After the long silence of a brutally cold winter, the cacophony of this spring is outrageously wonderful. Even the nights are conspicuously noisy with the peeping of frogs and the peenting of woodcocks (also known by the adorable name of “timberdoodle”) These unusual birds have such a comical look, with long bills and tubby bodies held up on stubby legs. Each evening a small group of them has been overnighting in my garden, probably drawn to the earthworms, their favorite food. Bluebirds have returned to our area too, with the brightly colored males sweetly declaring ownership of their chosen perch. They have been showing interest in the birdhouse that my children made with a little help from their papa as well! My chickens have taken notice of the changing seasons too, and we are finally finding eggs in the nesting boxes again after a long hiatus. I am always taken aback by the differences when I crack open the first home grown egg of the year after a long winter of store bought eggs. The shells are thicker, the yolks are dark gold rather than pale yellow, the flavor is rich and delicious with just a little salt and a few drops of Sriracha. Would you like to see a demonstration? Of course you would:
Store bought egg is on the left, home grown egg is on the right.
Notice the green shells of my Ameracauna eggs. This breed is one of my favorites, in fact if I could keep only one breed this would be it! The coloring of the hens is varied, their personalities are friendly, and they are hardy and low maintenance. And they have the cutest fluffy cheek patches! It gives them a charming salty-sea-dog sort of look. Yaaaarrrrrr! I also have Barred Rocks, New Hampshire Reds, and Cuckoo Marans. Soon I will be getting more chicks, and maybe I will discover a new favorite breed, but until then these girls are hard to beat!
Ameracauna pullet, Miss Gingersnaps
Sick children have taken precedence lately, but I will try to squeeze in a quick post while I catch my breath momentarily! I’m afraid that whatever the children have rather resembles the stomach flu, and I’ve come down with a terrible case of spring fever as well! Springtime in Missouri is a tumultuous time. Bluebirds are scoping out this year’s nesting site, geese are flying high overhead, and my chickens are showing renewed interest in the tiny sprouts of grass that are peeking out through last year’s dead sod. The wise native trees have yet to show any greenery, they know full well that today’s gentle warmth could be cruelly cold and re-frozen in the next moment. I went to a fruit tree pruning workshop recently with the Young Farmer’s Group, and gained the confidence to make some well placed cuts on our young orchard. I have finally started a few flats of seedlings (mostly herbs, greens, cabbages, eggplants, and peppers), and still need to clear the winter’s accumulated clutter and fire wood out of my greenhouse to make way for the oncoming deluge of transplants.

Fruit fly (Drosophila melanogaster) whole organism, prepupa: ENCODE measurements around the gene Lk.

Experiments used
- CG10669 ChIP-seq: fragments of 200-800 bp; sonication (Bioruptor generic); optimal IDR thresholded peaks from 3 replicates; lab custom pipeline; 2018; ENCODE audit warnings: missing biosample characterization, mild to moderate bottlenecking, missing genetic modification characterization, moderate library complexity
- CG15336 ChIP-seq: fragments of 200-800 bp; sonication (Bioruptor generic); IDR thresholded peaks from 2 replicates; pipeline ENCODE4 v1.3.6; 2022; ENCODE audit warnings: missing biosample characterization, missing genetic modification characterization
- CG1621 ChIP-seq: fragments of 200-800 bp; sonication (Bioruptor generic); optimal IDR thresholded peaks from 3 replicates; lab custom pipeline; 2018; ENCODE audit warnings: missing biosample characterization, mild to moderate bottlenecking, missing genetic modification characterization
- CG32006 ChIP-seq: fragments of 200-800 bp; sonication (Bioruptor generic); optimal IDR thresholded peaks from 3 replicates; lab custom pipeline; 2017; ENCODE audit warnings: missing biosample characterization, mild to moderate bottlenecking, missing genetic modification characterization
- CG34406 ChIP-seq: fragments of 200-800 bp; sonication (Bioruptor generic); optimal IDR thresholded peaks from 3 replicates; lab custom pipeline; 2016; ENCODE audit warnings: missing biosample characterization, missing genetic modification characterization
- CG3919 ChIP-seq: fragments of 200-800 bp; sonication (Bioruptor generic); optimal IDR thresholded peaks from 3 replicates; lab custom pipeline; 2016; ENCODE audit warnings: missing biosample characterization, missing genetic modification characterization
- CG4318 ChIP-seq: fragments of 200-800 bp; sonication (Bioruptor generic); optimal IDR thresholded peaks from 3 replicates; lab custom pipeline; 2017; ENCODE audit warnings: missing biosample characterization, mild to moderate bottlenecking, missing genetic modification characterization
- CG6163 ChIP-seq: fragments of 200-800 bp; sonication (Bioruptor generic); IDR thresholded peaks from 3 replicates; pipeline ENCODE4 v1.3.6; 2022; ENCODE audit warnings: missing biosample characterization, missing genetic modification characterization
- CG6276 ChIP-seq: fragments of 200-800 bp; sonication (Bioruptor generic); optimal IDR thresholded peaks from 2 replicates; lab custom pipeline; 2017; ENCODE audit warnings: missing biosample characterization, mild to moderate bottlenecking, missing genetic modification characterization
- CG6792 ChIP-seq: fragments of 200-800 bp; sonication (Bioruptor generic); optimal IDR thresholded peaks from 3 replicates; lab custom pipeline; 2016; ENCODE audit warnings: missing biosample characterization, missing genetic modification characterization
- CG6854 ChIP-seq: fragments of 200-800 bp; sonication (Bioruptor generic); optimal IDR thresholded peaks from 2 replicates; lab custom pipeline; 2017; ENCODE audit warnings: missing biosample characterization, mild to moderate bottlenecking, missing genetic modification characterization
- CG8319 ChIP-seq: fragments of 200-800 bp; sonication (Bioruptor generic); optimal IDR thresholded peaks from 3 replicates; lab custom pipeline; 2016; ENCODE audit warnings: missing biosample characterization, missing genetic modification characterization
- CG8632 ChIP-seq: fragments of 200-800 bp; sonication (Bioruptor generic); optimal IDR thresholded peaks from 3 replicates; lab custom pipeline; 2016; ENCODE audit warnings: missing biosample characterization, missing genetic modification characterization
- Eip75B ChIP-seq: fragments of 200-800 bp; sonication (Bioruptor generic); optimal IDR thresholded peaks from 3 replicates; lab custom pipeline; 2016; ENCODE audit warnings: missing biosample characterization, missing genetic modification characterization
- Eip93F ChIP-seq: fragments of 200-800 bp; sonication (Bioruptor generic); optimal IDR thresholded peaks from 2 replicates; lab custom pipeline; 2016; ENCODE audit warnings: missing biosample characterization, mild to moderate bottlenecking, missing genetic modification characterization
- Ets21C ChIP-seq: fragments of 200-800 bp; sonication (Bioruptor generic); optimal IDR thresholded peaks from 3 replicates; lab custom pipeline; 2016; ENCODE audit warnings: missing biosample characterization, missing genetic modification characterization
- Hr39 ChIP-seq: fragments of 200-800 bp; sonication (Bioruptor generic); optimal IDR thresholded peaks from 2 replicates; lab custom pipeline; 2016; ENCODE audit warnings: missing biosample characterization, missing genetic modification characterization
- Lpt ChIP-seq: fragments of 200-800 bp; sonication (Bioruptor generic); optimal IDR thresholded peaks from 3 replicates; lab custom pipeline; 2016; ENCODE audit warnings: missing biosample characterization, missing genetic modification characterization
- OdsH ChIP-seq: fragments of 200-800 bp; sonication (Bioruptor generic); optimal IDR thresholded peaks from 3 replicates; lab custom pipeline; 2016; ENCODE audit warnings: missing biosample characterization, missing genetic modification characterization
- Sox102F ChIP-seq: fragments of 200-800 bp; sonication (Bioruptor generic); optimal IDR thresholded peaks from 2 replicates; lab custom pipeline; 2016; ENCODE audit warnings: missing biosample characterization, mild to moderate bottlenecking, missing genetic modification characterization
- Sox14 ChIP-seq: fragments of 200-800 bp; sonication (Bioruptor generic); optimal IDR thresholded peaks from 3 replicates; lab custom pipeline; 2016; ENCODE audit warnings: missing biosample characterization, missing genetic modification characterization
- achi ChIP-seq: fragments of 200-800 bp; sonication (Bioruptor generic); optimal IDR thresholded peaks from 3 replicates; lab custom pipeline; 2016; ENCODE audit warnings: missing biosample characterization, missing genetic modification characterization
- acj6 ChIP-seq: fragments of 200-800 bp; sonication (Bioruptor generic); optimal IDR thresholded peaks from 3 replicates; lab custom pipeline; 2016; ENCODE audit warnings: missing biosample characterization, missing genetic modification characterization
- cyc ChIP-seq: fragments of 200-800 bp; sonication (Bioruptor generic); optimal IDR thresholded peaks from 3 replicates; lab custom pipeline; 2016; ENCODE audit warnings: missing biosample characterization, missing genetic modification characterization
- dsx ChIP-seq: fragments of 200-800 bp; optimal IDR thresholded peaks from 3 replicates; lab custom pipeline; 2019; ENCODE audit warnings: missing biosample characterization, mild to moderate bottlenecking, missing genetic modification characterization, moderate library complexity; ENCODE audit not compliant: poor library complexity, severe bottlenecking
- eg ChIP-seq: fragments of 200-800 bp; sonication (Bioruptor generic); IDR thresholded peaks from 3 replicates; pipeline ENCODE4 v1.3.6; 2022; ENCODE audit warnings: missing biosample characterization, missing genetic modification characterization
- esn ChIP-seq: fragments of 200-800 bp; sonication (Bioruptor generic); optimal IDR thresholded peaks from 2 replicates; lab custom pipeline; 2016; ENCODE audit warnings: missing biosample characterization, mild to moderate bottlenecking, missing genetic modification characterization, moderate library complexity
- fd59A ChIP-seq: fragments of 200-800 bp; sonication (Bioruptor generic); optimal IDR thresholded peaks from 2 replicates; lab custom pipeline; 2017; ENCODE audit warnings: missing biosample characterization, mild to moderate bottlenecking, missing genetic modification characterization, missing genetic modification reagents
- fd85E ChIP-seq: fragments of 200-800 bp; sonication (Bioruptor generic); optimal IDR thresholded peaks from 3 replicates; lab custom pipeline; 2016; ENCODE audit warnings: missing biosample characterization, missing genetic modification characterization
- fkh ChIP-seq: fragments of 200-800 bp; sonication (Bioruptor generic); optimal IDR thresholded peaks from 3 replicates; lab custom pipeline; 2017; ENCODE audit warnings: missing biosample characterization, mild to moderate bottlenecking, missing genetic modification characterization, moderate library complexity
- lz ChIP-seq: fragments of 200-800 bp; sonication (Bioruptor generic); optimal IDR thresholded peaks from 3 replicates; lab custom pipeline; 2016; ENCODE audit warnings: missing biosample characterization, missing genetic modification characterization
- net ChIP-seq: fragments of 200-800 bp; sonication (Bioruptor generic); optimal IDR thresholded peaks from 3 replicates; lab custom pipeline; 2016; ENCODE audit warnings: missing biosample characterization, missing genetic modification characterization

I was pleasantly surprised by the enthusiasm of my roselle seed, which sprouted the day after sowing despite the fact that the seed is about 3 years old! I bought the seed from Baker Creek Seeds, and if you’ve never heard of them you are in for such a treat! They have an incredible selection of heirloom seeds, and have signed on to the Safe Seed Pledge, so you can be sure it’s all non-GMO. Roselle is a kind of hibiscus, and the calyces are used to make Red Zinger tea. The tea has a pleasant sweet-tart taste and a gorgeous red colour. It’s such a fun plant to grow, and in our summer heat and humidity can grow dramatically huge, flowering in the fall with pretty cream coloured hibiscus blooms. Perhaps this year I’ll also try making a jelly out of it. I still have a freezer full of last year’s berries that are waiting to be dealt with however…